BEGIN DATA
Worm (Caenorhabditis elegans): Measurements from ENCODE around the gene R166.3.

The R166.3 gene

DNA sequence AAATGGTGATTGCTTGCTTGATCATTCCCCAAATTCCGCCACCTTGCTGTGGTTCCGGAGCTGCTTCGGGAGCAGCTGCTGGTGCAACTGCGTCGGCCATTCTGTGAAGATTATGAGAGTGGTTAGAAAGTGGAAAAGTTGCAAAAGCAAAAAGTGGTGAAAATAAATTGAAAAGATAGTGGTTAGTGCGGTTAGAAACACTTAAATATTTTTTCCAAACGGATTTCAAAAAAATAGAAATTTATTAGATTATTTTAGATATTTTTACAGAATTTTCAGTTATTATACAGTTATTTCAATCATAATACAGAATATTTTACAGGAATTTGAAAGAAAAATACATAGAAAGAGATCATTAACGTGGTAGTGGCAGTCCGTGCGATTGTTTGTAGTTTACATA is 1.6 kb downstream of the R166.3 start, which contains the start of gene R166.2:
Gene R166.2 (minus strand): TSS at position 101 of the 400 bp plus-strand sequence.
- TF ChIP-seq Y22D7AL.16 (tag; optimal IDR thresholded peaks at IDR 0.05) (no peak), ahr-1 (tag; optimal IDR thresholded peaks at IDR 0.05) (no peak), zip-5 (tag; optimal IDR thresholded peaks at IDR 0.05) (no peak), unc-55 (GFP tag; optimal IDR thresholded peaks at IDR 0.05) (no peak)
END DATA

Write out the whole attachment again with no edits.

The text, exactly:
Worm (Caenorhabditis elegans): Measurements from ENCODE around the gene R166.3.

The R166.3 gene

DNA sequence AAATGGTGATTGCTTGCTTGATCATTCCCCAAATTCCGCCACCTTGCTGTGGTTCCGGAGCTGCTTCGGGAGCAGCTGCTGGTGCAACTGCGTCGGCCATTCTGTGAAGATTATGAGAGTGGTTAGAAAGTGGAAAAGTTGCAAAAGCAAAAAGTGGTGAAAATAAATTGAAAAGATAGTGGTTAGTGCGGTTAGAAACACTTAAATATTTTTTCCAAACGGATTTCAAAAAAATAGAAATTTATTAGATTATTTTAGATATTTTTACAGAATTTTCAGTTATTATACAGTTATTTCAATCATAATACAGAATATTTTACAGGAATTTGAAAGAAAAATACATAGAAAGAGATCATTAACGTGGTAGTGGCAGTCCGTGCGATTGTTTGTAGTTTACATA is 1.6 kb downstream of the R166.3 start, which contains the start of gene R166.2:
Gene R166.2 (minus strand): TSS at position 101 of the 400 bp plus-strand sequence.
- TF ChIP-seq Y22D7AL.16 (tag; optimal IDR thresholded peaks at IDR 0.05) (no peak), ahr-1 (tag; optimal IDR thresholded peaks at IDR 0.05) (no peak), zip-5 (tag; optimal IDR thresholded peaks at IDR 0.05) (no peak), unc-55 (GFP tag; optimal IDR thresholded peaks at IDR 0.05) (no peak)